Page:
Author ORCID Identifier

Date Available


Year of Publication


Degree Name

Doctor of Philosophy (PhD)

Document Type

Doctoral Dissertation




Pharmacology and Nutritional Sciences

First Advisor

Dr. Michael Kilgore


Human interactions with cannabis have a history spanning millennia as a source of fiber, food, and medicine. The plant came across Asia, Europe, and Africa with the movements of people and travelers eventually coming to the Americas with European explorers. In colonizing North America, cannabis fiber was key to the production of canvas and ropes for ships. Although fiber was the driver for cannabis production in the United States, medicinal uses were prevalent and propelled the eventual regulations. The Pure Food and Drug Act of 1906 mandated accurate labeling on drugs such as cannabis followed by the Marihuana Tax Act of 1937 that essentially made cannabis illegal. The legal status of cannabis was not changed on the federal level until the Agricultural Act of 2014 which opened the door to varieties of cannabis, labeled as hemp, with Δ9-tetrahydrocannabinol (Δ9-THC) content less than 0.3 % per dry weight of plant material. The Agricultural Improvement Act of 2018 removed hemp from scheduling originally implemented in the Controlled Substance Act of 1970. As the doors opened to hemp, the market was flooded with hemp-derived products minimally regulated as the language of the Agricultural Improvement Act of 2018 was primarily directed at the agricultural commodity leaving individual states to develop and manage the rules for the agricultural commodity and finished products. As such, the industry has outpaced the regulations leaving consumers to rely on the product manufactures and anecdotal stories from family, friends, and the internet to guide their usage. Today, hemp-derived products can be found on seemingly every corner from the gas stations to grocery stores to pharmacies to boutique CBD stores. Consumers are turning to these products in addition to, and as an alternative to, standard medications. With little to no regulations regarding the finished products, and the quality concerns shown by other studies demonstrate the need for methodology to better understand what these hemp-derived products contain.

For these studies, 80 unregulated hemp-derived oil products representing 51 brands were purchased from 9 local (brick and mortar) and 21 online retailers between April 2 to May 9, 2021. The samples were selected to represent a cross section of local and national brands produced inside and outside of Kentucky. Additionally, Epidiolex® (the FDA-approved CBD product) was obtained (UK Investigational Drug Service Pharmacy) to serve as regulated control. These samples were extracted and quantified by liquid-chromatography tandem mass-spectrometry (LC-MS/MS).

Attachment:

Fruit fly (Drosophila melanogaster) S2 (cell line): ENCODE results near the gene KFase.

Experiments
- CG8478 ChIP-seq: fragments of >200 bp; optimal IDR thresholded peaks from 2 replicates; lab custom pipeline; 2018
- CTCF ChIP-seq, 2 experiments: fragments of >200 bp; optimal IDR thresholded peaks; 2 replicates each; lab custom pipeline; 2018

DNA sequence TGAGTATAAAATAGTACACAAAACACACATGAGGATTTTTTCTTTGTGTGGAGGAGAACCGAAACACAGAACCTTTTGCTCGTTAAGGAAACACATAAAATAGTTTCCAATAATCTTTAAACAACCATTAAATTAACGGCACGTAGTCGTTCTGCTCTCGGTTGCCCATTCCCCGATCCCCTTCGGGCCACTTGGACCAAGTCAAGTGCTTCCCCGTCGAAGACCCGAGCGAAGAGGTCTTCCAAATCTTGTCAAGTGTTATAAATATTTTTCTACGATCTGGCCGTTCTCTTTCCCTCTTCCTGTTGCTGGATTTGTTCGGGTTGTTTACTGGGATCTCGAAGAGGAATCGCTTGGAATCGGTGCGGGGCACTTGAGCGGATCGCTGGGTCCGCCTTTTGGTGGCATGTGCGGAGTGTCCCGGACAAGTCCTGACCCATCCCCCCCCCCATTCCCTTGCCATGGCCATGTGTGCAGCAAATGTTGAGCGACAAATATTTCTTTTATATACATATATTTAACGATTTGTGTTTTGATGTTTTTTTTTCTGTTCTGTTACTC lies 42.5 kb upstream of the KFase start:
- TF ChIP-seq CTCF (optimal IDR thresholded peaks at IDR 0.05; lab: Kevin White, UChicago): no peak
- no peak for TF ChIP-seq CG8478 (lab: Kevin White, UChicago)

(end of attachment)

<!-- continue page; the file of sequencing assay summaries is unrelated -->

In these studies, the hemp-derived oil products were evaluated quantitatively for 17 cannabinoids comprising a range of metabolic products in the plant as well as potential degradants. The cannabidiol (CBD) content detected was compared to the label claim amount. Of the products tested, 31% contained more than 110% of the label claimed content and 15% contained less than 90% of the label claimed content. With regards to Δ9-THC, 52 products contained Δ9-THC ranging from 0.008 mg/mL to 2.071 mg/mL including 5 of 21 products labeled as “THC Free”. Δ9-THC was not detected in any products tested. Excluding CBD and Δ9-THC, the minor cannabinoids most frequently detected in the samples were cannabidivarin (100% of samples tested), cannabigerol (77%), cannabichromene (72%), cannabinol (67%), cannabicyclol (67%), and cannabidiolic acid (51%). The concentrations of these minor cannabinoids varied widely from trace levels to several milligrams per milliliter (e.g., CBDA: 0.006 – 12.258 mg/mL).

Consumers are taking these products, often to treat a medical condition, without knowing the true contents. The inaccuracy of the label claim content with regards to CBD, the marketed cannabinoid in these products, could lead to unknown dosing. Additionally, consumers are taking these products without understanding the risks of unintentional consumption of Δ9-THC. This accidental use of Δ9-THC could have adverse effects on health and safety as well as potentially legal consequences in child custody and impaired driving or could impact employment, military, and sport eligibility status. Furthermore, many of the other 15 phytocannabinoids quantified in this study have been shown to have pharmacological activity in pre-clinical studies. Overall, these studies clearly demonstrate that consumers are not being provided with an accurate and comprehensive unawareness of the contents of the products they are consuming.

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